External databases must be encapsulated as Business Objects or reuse will not be easily achievable. There must be a database access component that causes values from any kind of database to materialize as objects inside the business component. Whether object-oriented, relational, or other database access is required, a set of class libraries designed to automate this interface will result in a major savings in development resources.
An Order Entry business object will typically have multiple user interfaces. A clerk may be taking the order over the phone, entering purchase information, validating customer records and credit data, and reviewing an order for consistency and customer acceptance. Other users may require different presentation screens. User interfaces are difficult and time consuming to build at the code level. Today, much of this process can be automated. They should be encapsulated as separate objects that communicate by message passing to the Order Entry object. Failure to do this will limit reuse and waste valuable programmer time on laborious, time consuming maintenance tasks. Users should be able to create interface objects with simple object-oriented tools. Subsequently, the programmer should be able to easily snap user interface objects onto the Order Entry object.
A simple Order Entry client/server component has at least three large-grained components, one or more presentation objects, a business component that models the business process, and a database access component that shields the application developer from database access languages, database internals, and network communications (see Figure 3).
Business Object programmers focus their efforts on building business components, or large-grained Business Objects, which can be easily distributed on the network.
Business objects made up of nested components allow distribution of these components across a network. Figure 4 shows the logical application as a coherent set of nested client/server components. Deployment of this large-grained object may include distributing subcomponents across multiple heterogeneous computing resources in dispersed locations. Thus, an application designed on one processor is scattered across a network at run time.
· Engineering from design (not hacking code)
· Standard OOAD methodologies
· Automated generation of code for standardized languages and interfaces
· Recursively nested components that scale to any size
· Distribution of these components across heterogeneous networked systems
Reusability of Business Object Components is essential to achieving reduced cycle time. The Business Object Architecture must support:
· Continuous Business Process Reengineering
· Controlled complexity through Business Components
· Code changes reflected back into design environment so that current design, documentation, and code can be continuously captured in an evolving object model.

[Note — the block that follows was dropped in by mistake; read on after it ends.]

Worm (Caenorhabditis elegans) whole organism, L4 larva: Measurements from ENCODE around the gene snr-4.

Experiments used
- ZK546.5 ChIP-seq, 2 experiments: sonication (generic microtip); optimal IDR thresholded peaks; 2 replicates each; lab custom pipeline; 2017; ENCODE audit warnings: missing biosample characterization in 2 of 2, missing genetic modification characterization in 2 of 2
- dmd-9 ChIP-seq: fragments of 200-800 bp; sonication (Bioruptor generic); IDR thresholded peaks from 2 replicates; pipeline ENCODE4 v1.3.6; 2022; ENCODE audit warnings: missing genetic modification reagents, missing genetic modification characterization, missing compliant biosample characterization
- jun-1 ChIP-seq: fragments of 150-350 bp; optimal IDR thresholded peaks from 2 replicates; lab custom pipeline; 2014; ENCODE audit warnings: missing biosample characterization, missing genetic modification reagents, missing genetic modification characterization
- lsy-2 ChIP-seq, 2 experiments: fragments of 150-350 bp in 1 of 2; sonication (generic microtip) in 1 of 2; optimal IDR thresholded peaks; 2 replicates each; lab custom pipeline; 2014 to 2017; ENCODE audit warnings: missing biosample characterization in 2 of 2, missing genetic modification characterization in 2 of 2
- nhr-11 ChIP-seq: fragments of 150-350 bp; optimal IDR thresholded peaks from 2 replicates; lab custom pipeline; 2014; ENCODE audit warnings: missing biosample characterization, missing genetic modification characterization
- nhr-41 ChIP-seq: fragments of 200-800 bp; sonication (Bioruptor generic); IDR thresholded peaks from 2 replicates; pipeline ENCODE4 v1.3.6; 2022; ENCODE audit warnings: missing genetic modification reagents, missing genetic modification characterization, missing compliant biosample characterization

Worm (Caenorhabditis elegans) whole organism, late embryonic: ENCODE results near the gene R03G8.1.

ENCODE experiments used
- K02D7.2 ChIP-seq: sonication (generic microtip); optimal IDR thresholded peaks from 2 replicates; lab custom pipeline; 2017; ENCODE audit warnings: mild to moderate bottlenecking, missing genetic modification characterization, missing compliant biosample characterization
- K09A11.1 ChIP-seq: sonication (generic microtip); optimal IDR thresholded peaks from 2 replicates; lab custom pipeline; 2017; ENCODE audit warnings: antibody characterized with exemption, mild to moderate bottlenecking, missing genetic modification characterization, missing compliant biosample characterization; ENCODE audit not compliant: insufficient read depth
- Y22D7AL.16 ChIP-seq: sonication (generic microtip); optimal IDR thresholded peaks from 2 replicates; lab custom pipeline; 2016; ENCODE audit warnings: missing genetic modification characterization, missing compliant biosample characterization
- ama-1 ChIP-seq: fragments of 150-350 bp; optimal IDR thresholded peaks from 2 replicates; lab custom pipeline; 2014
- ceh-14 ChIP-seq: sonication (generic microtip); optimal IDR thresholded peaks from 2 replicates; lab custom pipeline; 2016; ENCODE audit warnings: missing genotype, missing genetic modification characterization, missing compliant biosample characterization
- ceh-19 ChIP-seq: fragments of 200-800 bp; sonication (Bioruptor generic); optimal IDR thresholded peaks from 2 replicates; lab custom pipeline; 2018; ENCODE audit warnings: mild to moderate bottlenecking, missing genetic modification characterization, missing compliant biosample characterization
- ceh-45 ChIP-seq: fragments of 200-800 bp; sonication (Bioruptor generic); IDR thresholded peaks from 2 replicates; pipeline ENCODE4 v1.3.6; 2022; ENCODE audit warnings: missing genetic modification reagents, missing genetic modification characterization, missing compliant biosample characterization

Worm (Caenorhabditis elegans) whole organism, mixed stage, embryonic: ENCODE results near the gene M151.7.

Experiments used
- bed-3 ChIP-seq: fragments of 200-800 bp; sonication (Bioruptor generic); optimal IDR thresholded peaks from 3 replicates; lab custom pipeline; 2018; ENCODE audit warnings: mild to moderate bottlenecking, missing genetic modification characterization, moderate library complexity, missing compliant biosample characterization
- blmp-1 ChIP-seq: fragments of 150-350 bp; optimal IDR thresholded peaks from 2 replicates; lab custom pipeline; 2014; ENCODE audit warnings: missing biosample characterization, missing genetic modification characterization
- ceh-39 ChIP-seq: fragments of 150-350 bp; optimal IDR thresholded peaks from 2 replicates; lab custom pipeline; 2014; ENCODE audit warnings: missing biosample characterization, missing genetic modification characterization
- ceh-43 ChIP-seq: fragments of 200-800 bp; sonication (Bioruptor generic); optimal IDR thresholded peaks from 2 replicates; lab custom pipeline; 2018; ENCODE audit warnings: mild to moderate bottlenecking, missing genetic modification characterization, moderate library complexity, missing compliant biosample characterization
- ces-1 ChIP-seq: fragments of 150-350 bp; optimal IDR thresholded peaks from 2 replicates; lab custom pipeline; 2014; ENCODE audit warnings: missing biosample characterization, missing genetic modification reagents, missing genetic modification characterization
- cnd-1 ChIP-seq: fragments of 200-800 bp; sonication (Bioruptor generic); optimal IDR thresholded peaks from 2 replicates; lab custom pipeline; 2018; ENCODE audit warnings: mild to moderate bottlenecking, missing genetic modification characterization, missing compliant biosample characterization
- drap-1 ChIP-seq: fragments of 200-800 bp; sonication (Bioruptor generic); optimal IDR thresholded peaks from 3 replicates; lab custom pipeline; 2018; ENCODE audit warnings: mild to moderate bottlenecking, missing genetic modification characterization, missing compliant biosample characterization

· Legacy system connectivity so that older systems can be encapsulated as a Business Object Components.
Tools and methodologies for building distributed Business Objects are now emerging in new advanced application development tools. The ability of object-oriented software tool vendors to support robust development environments for design, assembly, and reuse of Business Objects is now enabling more widespread use of a Business Object Architecture in corporate development environments.
The promise of object-technology has not been achieved during the last decade due the following factors:
Developers of business information systems are beginning to take advantage of building applications with OLE components. At Object World in San Francisco, Allied Signal won the Computerworld Award for best object-oriented application of 1995. They reengineered the Supply Management Business Process that took 52 steps to purchase a single part, so it now requires only three steps to complete the same transaction. The old process required seven people and took nine weeks to produce an approved purchase order. The new Supply Managment Specialist Tool (SMST), developed with the Object Studio advanced development environment, allows one person to complete the same process in nine minutes for established suppliers with long-term agreements in place. In the case of new suppliers, where a Request For Quote (RFQ) is required, the process takes nine days.
In this example, cycle time of the process is reduced 2400:1 for established suppliers, and 5:1 for new suppliers. Cost reduction is operational staff is 7:1. The impact of improvement in business efficiency leading to greater customer satisfaction and resulting market share is far greater than any reduced costs in operations overhead or development time and is the major motivator for the use of Business Object design tools to assure success of Business Process reengineering practice.
By 1997, it will be possible to buy 50% of an application as off-the-shelf components, effectively doubling productivity. By 1998, early adopters will be buying 50% of the application as external components and reusing internally generated components for another 25% of the application, effectively doubling productivity on an annual basis, and beginning to comply with Moore's law for IC chip design. Brad Cox's vision of software as IC chips will begin to be realized.
Corporations that take advantage of Business Object Architectures will significantly shorten product cycles. Consulting groups that use Business Objects will significantly underbid their competition and deliver new systems on time and under budget. Because a Business Object Architecture will allow software to change as rapidly as the underlying business processes, corporate viability will be enhanced by early implementation. Laggards will be easily outmaneuvered in the marketplace by enterprises already embarked on large-scale implementation of global distributed object systems.